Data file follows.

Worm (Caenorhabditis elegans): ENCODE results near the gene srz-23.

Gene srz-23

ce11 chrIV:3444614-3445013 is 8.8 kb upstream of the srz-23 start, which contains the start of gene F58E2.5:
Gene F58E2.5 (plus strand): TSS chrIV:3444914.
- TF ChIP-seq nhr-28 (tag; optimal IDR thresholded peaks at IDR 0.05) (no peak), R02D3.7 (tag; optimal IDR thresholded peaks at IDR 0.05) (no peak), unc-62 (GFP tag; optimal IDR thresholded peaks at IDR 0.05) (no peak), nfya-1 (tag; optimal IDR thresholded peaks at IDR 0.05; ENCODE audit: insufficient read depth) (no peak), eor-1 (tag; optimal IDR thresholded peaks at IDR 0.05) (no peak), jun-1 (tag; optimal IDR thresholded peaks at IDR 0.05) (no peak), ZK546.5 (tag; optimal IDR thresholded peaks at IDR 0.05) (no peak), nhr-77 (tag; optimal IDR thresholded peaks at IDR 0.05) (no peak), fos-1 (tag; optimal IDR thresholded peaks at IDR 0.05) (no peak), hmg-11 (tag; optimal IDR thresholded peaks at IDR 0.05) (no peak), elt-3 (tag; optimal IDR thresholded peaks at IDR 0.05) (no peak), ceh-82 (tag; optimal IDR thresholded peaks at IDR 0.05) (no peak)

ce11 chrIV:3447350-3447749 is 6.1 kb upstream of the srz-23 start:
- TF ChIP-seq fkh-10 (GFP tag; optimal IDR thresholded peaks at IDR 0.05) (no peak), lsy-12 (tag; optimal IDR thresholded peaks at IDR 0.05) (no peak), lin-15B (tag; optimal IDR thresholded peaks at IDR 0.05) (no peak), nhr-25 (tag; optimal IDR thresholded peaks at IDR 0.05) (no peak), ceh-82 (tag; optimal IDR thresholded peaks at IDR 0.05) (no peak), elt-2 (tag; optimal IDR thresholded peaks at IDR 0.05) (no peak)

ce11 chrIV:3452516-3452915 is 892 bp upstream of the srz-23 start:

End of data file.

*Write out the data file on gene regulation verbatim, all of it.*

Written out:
Worm (Caenorhabditis elegans): ENCODE results near the gene srz-23.

Gene srz-23

ce11 chrIV:3444614-3445013 is 8.8 kb upstream of the srz-23 start, which contains the start of gene F58E2.5:
Gene F58E2.5 (plus strand): TSS chrIV:3444914.
- TF ChIP-seq nhr-28 (tag; optimal IDR thresholded peaks at IDR 0.05) (no peak), R02D3.7 (tag; optimal IDR thresholded peaks at IDR 0.05) (no peak), unc-62 (GFP tag; optimal IDR thresholded peaks at IDR 0.05) (no peak), nfya-1 (tag; optimal IDR thresholded peaks at IDR 0.05; ENCODE audit: insufficient read depth) (no peak), eor-1 (tag; optimal IDR thresholded peaks at IDR 0.05) (no peak), jun-1 (tag; optimal IDR thresholded peaks at IDR 0.05) (no peak), ZK546.5 (tag; optimal IDR thresholded peaks at IDR 0.05) (no peak), nhr-77 (tag; optimal IDR thresholded peaks at IDR 0.05) (no peak), fos-1 (tag; optimal IDR thresholded peaks at IDR 0.05) (no peak), hmg-11 (tag; optimal IDR thresholded peaks at IDR 0.05) (no peak), elt-3 (tag; optimal IDR thresholded peaks at IDR 0.05) (no peak), ceh-82 (tag; optimal IDR thresholded peaks at IDR 0.05) (no peak)

ce11 chrIV:3447350-3447749 is 6.1 kb upstream of the srz-23 start:
- TF ChIP-seq fkh-10 (GFP tag; optimal IDR thresholded peaks at IDR 0.05) (no peak), lsy-12 (tag; optimal IDR thresholded peaks at IDR 0.05) (no peak), lin-15B (tag; optimal IDR thresholded peaks at IDR 0.05) (no peak), nhr-25 (tag; optimal IDR thresholded peaks at IDR 0.05) (no peak), ceh-82 (tag; optimal IDR thresholded peaks at IDR 0.05) (no peak), elt-2 (tag; optimal IDR thresholded peaks at IDR 0.05) (no peak)

ce11 chrIV:3452516-3452915 is 892 bp upstream of the srz-23 start: